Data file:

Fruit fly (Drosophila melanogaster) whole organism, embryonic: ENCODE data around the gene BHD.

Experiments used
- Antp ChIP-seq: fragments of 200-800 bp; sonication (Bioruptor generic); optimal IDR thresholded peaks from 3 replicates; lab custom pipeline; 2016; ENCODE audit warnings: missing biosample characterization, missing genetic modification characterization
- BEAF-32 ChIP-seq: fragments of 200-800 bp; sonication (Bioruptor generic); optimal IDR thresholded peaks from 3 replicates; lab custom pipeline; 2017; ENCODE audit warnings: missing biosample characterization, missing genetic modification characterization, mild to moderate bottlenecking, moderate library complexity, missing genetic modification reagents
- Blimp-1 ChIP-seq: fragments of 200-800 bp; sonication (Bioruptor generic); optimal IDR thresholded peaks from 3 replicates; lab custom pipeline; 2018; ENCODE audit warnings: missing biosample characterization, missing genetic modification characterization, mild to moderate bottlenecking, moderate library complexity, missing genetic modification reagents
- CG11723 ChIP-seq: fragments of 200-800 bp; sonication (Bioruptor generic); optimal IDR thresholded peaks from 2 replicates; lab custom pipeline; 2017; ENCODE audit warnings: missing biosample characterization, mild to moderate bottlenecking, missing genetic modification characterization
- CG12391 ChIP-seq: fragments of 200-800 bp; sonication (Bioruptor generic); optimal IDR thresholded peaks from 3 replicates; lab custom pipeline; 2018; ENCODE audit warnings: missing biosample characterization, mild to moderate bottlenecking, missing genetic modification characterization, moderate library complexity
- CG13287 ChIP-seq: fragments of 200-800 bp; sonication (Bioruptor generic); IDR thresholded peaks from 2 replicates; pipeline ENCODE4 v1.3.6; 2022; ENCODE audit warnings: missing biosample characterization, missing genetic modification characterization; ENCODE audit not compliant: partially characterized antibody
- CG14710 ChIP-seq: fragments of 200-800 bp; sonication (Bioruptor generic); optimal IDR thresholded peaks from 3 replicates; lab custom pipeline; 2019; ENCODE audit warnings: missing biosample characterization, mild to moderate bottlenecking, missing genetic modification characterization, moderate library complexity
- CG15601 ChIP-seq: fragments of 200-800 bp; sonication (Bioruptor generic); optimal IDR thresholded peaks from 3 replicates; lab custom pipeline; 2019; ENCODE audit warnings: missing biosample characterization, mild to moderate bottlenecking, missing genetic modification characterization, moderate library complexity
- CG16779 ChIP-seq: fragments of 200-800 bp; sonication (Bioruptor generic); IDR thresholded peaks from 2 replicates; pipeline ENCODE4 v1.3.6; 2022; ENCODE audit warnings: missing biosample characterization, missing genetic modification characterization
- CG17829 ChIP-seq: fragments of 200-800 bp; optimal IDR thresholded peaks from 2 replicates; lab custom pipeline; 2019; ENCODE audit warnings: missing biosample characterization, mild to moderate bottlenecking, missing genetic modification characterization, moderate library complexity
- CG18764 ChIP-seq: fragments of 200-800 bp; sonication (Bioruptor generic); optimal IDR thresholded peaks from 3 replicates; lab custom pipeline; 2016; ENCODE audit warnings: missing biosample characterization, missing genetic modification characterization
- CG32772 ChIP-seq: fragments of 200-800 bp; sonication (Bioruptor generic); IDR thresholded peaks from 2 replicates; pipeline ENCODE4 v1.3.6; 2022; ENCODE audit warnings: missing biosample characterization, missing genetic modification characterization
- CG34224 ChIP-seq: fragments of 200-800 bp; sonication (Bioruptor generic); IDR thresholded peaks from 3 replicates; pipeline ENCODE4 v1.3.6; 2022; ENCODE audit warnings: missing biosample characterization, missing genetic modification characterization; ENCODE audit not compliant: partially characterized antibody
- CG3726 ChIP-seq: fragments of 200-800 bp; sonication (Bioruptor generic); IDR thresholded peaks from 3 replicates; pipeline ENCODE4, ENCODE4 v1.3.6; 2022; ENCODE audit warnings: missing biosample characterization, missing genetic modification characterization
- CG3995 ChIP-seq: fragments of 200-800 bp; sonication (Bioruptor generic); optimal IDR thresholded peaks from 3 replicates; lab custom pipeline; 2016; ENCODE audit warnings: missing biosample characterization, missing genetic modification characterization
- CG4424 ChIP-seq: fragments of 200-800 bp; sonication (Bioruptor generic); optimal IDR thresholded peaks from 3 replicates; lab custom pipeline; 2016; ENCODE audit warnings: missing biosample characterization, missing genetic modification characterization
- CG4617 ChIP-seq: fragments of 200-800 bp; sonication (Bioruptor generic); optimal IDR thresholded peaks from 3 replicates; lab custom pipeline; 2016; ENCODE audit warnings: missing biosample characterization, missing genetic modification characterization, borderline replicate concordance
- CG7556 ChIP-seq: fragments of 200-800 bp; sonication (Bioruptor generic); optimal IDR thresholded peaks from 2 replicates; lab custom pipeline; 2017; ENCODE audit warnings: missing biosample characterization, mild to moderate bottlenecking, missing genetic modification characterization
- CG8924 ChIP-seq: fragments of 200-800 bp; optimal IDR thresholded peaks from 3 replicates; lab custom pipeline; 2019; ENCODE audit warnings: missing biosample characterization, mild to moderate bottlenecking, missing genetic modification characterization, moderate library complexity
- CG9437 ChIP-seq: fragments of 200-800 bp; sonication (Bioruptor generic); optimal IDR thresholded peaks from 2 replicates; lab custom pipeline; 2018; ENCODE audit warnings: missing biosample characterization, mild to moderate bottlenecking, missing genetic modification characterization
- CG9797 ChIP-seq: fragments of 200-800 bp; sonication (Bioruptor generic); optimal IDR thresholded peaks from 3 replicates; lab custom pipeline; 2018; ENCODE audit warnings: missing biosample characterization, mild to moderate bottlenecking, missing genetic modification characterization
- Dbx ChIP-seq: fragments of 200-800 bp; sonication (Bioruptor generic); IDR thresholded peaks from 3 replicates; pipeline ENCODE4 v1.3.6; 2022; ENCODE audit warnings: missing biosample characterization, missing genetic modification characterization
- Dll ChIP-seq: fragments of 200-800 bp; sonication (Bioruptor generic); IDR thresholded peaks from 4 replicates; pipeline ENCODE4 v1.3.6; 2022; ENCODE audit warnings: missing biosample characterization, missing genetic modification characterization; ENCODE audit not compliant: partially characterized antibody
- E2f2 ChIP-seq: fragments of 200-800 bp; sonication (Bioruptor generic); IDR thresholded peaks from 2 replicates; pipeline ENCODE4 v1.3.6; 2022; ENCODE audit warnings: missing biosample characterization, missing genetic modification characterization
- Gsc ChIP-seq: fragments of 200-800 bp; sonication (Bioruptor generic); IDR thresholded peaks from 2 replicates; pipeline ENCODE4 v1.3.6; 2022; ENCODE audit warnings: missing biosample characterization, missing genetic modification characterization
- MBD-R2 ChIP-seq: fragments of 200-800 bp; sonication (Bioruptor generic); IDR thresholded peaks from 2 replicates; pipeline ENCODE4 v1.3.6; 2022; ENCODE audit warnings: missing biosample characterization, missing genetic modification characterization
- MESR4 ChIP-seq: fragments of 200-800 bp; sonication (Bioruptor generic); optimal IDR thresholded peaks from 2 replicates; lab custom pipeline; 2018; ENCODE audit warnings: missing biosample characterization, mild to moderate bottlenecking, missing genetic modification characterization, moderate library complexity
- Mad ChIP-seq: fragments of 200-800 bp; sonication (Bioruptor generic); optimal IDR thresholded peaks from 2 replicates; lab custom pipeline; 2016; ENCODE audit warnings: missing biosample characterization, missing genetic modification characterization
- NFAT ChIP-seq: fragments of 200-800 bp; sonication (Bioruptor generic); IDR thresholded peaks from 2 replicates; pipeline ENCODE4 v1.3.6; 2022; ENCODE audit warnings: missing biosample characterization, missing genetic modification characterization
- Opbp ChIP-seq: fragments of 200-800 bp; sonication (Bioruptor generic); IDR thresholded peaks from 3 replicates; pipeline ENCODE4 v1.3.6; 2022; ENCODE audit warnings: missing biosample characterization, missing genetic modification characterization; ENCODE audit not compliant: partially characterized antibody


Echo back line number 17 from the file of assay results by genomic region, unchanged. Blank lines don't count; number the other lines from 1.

- CG3995 ChIP-seq: fragments of 200-800 bp; sonication (Bioruptor generic); optimal IDR thresholded peaks from 3 replicates; lab custom pipeline; 2016; ENCODE audit warnings: missing biosample characterization, missing genetic modification characterization